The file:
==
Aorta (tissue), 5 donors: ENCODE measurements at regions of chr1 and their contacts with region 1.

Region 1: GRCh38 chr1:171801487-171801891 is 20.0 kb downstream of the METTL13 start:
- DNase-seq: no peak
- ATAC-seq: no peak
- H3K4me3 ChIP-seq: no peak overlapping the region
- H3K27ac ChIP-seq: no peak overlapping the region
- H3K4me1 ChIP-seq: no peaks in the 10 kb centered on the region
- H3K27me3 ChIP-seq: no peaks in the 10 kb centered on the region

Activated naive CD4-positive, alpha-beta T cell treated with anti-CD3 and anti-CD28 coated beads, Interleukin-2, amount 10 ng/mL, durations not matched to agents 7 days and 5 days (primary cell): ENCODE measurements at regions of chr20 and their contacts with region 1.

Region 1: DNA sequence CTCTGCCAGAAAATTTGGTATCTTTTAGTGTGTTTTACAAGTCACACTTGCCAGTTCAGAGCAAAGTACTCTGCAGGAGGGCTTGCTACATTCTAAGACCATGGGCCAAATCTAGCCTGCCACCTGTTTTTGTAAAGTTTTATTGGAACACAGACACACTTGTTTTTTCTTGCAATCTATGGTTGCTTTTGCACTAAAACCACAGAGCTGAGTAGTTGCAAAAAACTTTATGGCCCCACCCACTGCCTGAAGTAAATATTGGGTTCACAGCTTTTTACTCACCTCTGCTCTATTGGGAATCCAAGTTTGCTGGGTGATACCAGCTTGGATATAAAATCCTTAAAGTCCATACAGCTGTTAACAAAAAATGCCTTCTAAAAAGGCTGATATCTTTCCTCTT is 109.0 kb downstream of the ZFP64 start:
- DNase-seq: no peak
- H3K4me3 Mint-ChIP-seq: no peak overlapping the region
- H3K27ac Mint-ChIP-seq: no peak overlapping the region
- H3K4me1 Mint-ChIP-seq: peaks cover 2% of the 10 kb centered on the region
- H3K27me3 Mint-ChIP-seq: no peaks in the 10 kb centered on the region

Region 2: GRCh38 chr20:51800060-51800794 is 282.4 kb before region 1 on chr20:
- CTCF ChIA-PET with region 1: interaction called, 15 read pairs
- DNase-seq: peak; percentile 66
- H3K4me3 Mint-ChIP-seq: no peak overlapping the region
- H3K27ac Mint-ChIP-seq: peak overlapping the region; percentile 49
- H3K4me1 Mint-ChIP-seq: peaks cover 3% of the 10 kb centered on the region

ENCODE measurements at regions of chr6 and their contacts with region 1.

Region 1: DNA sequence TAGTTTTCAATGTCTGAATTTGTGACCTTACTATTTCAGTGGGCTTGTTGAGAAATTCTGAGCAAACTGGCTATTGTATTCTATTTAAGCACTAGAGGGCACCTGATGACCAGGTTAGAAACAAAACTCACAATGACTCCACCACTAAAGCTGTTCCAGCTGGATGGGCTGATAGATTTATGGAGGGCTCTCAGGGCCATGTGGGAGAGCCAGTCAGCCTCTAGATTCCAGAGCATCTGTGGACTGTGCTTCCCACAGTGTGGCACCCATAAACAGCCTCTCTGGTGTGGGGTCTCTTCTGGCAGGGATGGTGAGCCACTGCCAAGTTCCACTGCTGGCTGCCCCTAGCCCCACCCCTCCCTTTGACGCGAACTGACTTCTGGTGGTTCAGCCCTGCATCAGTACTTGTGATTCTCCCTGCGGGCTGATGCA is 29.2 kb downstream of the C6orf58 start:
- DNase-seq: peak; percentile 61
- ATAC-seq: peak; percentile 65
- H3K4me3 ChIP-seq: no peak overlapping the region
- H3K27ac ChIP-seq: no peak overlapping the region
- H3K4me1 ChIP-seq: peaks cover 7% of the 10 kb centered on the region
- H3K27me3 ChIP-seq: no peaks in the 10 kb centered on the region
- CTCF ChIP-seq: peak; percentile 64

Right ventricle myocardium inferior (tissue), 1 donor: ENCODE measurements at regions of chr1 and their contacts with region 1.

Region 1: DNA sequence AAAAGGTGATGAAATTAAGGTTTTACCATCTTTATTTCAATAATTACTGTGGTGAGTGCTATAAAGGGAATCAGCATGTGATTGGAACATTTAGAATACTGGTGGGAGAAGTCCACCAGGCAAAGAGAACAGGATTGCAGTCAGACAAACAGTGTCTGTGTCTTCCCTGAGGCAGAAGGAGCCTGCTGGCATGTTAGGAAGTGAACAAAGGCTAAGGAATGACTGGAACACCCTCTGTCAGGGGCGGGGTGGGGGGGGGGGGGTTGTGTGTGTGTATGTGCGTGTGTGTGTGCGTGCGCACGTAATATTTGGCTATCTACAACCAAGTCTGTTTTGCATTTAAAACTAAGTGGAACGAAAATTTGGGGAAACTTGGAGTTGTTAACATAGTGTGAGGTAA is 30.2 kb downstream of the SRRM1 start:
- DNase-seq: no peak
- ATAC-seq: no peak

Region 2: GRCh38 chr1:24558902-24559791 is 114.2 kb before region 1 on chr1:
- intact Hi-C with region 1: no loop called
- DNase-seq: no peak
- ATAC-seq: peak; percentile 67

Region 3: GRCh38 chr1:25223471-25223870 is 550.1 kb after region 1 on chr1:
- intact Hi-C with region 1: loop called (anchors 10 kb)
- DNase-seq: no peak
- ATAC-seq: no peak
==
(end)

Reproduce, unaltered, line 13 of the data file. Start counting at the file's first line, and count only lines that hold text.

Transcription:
- H3K27ac Mint-ChIP-seq: no peak overlapping the region